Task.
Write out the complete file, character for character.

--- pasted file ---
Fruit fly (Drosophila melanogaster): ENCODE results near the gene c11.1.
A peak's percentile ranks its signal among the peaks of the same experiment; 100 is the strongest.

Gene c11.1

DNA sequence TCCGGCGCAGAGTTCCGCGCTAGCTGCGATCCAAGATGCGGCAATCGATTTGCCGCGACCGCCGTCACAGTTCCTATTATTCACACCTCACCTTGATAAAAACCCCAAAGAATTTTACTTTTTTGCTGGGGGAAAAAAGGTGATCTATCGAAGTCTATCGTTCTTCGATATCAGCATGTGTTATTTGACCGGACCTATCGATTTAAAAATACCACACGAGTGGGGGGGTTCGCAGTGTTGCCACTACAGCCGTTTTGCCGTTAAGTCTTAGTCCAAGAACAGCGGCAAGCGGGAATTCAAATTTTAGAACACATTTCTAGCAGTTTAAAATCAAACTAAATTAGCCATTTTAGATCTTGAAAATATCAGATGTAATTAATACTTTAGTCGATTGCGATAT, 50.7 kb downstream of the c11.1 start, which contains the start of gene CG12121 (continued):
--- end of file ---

Fruit fly (Drosophila melanogaster): ENCODE results near the gene c11.1.
A peak's percentile ranks its signal among the peaks of the same experiment; 100 is the strongest.

Gene c11.1

DNA sequence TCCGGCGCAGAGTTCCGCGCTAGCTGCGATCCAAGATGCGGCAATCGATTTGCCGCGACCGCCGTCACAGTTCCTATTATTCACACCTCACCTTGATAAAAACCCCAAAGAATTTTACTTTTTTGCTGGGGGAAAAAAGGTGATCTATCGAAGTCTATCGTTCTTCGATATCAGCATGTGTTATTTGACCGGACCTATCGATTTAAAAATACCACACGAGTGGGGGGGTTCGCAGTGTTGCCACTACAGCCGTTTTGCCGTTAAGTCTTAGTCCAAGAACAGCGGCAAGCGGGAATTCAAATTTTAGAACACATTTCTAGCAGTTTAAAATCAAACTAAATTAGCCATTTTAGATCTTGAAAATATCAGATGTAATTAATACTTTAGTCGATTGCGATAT, 50.7 kb downstream of the c11.1 start, which contains the start of gene CG12121 (continued):